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I am currently trying to use Indy to write a custom higher level protocol on top of TCP. Essentially, I want to send a record across (using a stream) but this record can indicate that x bytes to follow will be an image file.

As such, when the record is recieved on the server, if it's contents indicate it's followed by an image, it needs to separate the record and image data.

var
Segment: TDPPSegment;
Segment2: TDPPSegment;
Buffer: TIdBytes;
Buffer2: TIdBytes;
Mem: TMemoryStream;
begin
if (Client.Connected) then begin

Segment.NameStr := 'Adrian';
Segment2.NameStr := 'Jon';

Mem := TMemoryStream.Create;
Mem.Write(Segment, SizeOf(Segment));
Mem.Write(Segment2, SizeOf(Segment2));

//The Size of the stream is 8 bytes here!
Client.IOHandler.Write(Mem, 0, False);

end;

To simulate the 'image file' I simply want to send TWO records consecutively; thats the aim. Notice here I am sending the whole memory stream at once (!) and NOT record by record. But interestingly, the server runs the OnExecute event twice!

var
Buffer: TIdBytes;
Segment: TDPPSegment;
Mem: TMemoryStream;
begin
Mem := TMemoryStream.Create;
AContext.Connection.IOHandler.ReadStream(Mem, SizeOf(TDPPSegment), False);

//Incoming stream size is FOUR bytes but TWICE!
Mem.Position := 0;
Mem.Read(Segment, SizeOf(TDPPSegment));
Showmessage(Segment.NameStr);

I want it to execute once, so in the future I can first read the header record (known size) and THEN see what/if anything is to follow and act accordingly..

Help would be greatly appreciated!

Thanks for reading, Adrian

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Or, is a better alternative to place a Byte array in the record (or something similar?) to store the image? The problem is the headers need to constantly be the same size, and as images vary, I need some way to allow for it.. –  Adrian Jul 18 '12 at 13:05
    
I'd go for serializing record and data to XML, compress and send, there are many high performance XML components out there, my preferred one is omnixml code.google.com/p/omnixml –  ComputerSaysNo Jul 18 '12 at 13:10
    
I'd ask what data you receive in each of the two OnExecute events, since that will give a clue about what's going on — you shouldn't get two — but since you're sending the string data wrong, it'll be hard to trust what you see on the receiving end. You can't send strings just by sending the containing record. (Think about it: you have at least 9 bytes of character data, but you note the stream size is 8.) For your initial test, forget strings and use a record type that holds only Integer, for example. Put two such records on the stream, send it, and see what you receive. –  Rob Kennedy Jul 18 '12 at 13:49

1 Answer 1

up vote 0 down vote accepted

Your records contain non-ShortString strings in them, as evident by the fact that the number of bytes occupied by the character data is larger than the number of bytes being written into the stream - meaning that pointer values (2 x SizeOf(Pointer)) are being written to the stream instead of the actual characters. As such, you will have to serialize your strings manually, such as by sending the string length followed by the actual characters. And if you plan on supporting Delphi 2009+, you have to take Unicode into account, so you should encode the strings before transmitting them, and then decode them on the receiving end.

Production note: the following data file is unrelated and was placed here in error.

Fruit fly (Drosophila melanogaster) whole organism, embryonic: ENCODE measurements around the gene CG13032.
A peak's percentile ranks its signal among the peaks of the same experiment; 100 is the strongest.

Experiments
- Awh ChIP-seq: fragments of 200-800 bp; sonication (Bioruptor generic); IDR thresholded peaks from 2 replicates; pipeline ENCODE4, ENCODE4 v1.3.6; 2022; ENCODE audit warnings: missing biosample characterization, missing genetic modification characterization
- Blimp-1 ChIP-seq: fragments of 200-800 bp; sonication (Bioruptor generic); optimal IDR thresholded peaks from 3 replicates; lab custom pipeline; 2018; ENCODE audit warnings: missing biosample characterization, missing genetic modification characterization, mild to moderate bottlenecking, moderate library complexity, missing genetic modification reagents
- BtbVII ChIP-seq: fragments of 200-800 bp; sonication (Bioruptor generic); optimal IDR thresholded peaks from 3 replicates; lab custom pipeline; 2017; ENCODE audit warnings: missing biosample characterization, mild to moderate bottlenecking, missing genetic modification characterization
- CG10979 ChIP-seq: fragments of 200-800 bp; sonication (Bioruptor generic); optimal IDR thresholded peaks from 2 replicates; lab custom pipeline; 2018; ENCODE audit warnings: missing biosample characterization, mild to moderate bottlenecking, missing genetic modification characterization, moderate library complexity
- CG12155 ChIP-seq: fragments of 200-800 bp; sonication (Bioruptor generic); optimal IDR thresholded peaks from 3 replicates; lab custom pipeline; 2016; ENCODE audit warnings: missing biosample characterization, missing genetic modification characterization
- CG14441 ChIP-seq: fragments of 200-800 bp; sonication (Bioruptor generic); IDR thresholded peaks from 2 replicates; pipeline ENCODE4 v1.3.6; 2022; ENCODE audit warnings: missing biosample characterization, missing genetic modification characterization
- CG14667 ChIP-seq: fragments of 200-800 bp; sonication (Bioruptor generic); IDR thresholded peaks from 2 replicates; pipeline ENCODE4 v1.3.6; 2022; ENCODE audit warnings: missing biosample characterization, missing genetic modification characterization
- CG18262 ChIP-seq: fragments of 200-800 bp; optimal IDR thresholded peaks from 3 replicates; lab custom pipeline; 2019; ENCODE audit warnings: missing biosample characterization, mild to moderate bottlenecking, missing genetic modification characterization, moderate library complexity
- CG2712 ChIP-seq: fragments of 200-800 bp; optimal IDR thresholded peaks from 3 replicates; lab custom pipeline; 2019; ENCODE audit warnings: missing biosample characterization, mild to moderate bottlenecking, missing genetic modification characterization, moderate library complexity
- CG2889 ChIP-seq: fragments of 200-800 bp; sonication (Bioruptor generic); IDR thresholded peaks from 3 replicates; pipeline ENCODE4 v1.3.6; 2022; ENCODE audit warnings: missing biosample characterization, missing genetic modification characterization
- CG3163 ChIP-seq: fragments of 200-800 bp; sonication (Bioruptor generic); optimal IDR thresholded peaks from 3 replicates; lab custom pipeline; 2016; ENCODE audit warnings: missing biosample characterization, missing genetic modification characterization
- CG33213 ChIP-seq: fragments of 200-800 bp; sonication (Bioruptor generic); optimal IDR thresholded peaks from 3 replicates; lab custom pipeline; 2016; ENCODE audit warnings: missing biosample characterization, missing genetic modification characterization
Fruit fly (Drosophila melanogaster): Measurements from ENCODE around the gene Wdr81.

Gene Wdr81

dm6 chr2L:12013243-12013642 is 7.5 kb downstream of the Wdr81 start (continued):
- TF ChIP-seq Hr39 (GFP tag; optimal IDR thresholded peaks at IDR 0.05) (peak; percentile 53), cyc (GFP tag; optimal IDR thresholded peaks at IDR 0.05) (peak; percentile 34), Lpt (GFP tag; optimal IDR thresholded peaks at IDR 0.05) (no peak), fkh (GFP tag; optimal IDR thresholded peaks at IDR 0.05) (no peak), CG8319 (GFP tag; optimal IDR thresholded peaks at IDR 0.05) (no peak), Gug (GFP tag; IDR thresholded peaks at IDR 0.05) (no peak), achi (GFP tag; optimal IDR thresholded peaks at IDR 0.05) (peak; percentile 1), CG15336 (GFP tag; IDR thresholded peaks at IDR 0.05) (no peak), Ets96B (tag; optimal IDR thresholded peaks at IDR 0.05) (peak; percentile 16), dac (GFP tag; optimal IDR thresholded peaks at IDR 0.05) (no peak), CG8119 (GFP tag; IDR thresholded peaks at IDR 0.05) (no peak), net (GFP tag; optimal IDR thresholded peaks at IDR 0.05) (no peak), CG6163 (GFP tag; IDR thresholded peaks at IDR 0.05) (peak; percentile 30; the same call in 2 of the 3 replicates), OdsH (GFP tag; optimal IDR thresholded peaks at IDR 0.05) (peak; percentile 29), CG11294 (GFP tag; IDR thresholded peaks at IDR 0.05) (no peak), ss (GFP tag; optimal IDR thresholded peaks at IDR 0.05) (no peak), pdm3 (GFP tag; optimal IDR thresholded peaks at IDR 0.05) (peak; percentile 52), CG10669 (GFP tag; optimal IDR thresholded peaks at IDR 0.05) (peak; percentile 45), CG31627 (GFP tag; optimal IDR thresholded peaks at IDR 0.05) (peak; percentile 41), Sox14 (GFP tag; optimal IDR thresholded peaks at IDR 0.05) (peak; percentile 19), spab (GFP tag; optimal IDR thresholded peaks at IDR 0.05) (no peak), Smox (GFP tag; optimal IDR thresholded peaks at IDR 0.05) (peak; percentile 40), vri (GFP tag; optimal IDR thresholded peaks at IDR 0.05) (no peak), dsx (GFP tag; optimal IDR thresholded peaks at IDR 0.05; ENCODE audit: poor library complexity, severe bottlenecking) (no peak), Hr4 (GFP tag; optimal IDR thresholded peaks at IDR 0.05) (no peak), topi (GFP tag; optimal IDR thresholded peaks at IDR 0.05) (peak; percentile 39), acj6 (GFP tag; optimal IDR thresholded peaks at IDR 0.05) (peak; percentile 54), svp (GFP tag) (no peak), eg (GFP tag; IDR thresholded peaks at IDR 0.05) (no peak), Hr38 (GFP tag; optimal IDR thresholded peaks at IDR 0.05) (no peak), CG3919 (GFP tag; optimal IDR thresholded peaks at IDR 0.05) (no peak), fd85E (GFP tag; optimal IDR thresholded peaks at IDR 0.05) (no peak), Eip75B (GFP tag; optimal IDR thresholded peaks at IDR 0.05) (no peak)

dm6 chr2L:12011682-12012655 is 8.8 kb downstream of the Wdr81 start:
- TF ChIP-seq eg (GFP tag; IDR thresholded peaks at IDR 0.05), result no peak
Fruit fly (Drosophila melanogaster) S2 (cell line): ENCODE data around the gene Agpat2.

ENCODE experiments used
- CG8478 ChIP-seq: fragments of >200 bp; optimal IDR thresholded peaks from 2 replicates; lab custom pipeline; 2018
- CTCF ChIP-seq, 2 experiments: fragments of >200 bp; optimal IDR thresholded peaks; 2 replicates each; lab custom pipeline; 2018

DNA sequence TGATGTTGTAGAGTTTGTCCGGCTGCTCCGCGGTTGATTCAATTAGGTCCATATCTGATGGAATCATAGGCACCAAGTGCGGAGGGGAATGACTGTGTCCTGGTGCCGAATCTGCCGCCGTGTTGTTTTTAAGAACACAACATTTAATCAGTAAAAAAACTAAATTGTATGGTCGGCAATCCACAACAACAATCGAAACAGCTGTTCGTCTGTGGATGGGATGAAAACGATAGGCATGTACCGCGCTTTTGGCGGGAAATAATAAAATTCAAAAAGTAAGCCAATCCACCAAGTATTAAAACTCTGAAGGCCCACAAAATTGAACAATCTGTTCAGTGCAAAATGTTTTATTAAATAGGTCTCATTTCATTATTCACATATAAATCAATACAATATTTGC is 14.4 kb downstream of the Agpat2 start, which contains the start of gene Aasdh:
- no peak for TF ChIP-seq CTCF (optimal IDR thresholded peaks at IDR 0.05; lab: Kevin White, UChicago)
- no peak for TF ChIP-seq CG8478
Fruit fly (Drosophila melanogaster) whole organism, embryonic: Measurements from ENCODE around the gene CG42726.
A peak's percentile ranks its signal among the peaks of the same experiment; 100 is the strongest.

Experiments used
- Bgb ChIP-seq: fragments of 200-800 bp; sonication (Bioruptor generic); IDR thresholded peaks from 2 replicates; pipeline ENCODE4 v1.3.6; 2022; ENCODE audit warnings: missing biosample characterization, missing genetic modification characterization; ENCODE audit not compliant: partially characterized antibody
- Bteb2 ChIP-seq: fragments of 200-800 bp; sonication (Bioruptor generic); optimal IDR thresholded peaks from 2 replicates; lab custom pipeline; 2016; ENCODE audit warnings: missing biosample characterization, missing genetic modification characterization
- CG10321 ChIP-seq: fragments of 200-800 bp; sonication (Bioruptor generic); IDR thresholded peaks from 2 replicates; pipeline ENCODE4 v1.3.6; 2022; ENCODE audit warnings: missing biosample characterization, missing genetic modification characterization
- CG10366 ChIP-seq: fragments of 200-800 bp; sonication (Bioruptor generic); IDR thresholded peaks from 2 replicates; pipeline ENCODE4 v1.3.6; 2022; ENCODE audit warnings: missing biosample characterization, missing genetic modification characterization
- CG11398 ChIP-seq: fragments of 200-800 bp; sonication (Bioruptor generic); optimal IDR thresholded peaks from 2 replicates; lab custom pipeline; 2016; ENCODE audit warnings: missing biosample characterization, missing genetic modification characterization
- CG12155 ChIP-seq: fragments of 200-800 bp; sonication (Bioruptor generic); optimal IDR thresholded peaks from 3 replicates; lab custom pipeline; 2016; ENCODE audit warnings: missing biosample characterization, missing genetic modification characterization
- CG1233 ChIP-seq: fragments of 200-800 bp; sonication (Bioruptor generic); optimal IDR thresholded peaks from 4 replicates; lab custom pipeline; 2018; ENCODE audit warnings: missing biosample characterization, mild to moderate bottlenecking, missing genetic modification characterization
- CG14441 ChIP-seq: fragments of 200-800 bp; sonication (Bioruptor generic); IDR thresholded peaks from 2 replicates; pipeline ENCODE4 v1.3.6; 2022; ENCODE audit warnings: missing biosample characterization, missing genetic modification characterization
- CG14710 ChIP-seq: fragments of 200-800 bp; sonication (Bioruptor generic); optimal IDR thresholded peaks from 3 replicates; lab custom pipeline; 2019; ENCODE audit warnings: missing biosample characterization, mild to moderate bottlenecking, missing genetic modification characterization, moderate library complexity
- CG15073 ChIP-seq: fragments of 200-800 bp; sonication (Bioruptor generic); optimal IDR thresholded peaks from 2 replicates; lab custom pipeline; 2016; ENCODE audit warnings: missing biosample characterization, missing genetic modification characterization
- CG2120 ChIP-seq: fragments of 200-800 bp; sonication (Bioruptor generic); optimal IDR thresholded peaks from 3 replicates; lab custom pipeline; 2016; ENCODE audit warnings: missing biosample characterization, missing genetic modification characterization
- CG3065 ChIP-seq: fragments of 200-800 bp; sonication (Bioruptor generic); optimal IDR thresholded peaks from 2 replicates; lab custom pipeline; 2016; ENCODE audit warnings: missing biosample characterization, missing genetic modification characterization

Records are useful for organizing your data in memory, but usually not very ueful for transmitting data over a network, unless the records contain only POD types (and a string does not qualify as that).

Try this:

procedure WriteStrToIO(IO: TIdIOHandler; const S: String);
var
  Buf: TIdBytes;
  Len: Integer;
begin
  Buf := ToBytes(S, IndyUTF8Encoding);
  Len := Length(Buf);
  IO.Write(Len); 
  if Len > 0 then IO.Write(Buf); 
end;

var 
  Len: Integer;
  Buf: TIdBytes; // or whatever you want to use...
begin 
  if Client.Connected then
  begin 
    WriteStrToIO(Client.IOHandler, 'Adrian');

    Buf := ...; // secondary data
    Len := Length(Buf);
    Client.IOHandler.Write(Len);
    if Len > 0 then
      Client.IOHandler.Write(Buf);

    ...
  end;
end;

.

var 
  NameStr: String; 
  Buf: TIdBytes;
begin   
  with AContext.Connection.IOHandler do
  begin
    NameStr := ReadString(ReadInteger, IndyUTF8Encoding); 

    // read secondary data ...
    ReadBytes(Buf, ReadInteger);
  end;

  // ShowMessage() is not thread-safe!
  Windows.MessageBox(0, PChar(NameStr), 'NameStr', MB_OK); 
end;

As for the OnExecute event being triggered multiple times, that is normal behavior. That event is not tied to data transmissions at all. It is called in a continuous loop for the lifetime of the connection. Once you exit the event handler, it is triggered again immediately if the client is still connected. This is useful for message-based protocols like yours, where the event gets triggered, reads a single message waiting for data to arrive, exits, gets triggered again to read the next message waiting for data to arrive, and so on.

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